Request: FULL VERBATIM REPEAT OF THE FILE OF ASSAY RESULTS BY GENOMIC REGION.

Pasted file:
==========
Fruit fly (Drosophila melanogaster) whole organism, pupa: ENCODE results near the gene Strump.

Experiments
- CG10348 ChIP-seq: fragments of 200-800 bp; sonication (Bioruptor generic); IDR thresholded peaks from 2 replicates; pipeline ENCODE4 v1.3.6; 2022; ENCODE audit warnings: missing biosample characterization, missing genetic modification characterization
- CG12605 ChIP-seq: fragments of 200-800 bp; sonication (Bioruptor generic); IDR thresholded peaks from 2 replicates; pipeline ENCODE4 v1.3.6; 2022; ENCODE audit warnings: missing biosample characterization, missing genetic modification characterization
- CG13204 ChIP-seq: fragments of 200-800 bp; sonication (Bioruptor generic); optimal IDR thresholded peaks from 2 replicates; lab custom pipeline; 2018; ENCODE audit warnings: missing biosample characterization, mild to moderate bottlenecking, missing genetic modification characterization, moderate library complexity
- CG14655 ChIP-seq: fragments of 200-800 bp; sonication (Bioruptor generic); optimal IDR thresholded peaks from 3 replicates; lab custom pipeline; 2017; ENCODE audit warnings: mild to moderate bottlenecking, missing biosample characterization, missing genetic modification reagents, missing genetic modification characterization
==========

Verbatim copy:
Fruit fly (Drosophila melanogaster) whole organism, pupa: ENCODE results near the gene Strump.

Experiments
- CG10348 ChIP-seq: fragments of 200-800 bp; sonication (Bioruptor generic); IDR thresholded peaks from 2 replicates; pipeline ENCODE4 v1.3.6; 2022; ENCODE audit warnings: missing biosample characterization, missing genetic modification characterization
- CG12605 ChIP-seq: fragments of 200-800 bp; sonication (Bioruptor generic); IDR thresholded peaks from 2 replicates; pipeline ENCODE4 v1.3.6; 2022; ENCODE audit warnings: missing biosample characterization, missing genetic modification characterization
- CG13204 ChIP-seq: fragments of 200-800 bp; sonication (Bioruptor generic); optimal IDR thresholded peaks from 2 replicates; lab custom pipeline; 2018; ENCODE audit warnings: missing biosample characterization, mild to moderate bottlenecking, missing genetic modification characterization, moderate library complexity
- CG14655 ChIP-seq: fragments of 200-800 bp; sonication (Bioruptor generic); optimal IDR thresholded peaks from 3 replicates; lab custom pipeline; 2017; ENCODE audit warnings: mild to moderate bottlenecking, missing biosample characterization, missing genetic modification reagents, missing genetic modification characterization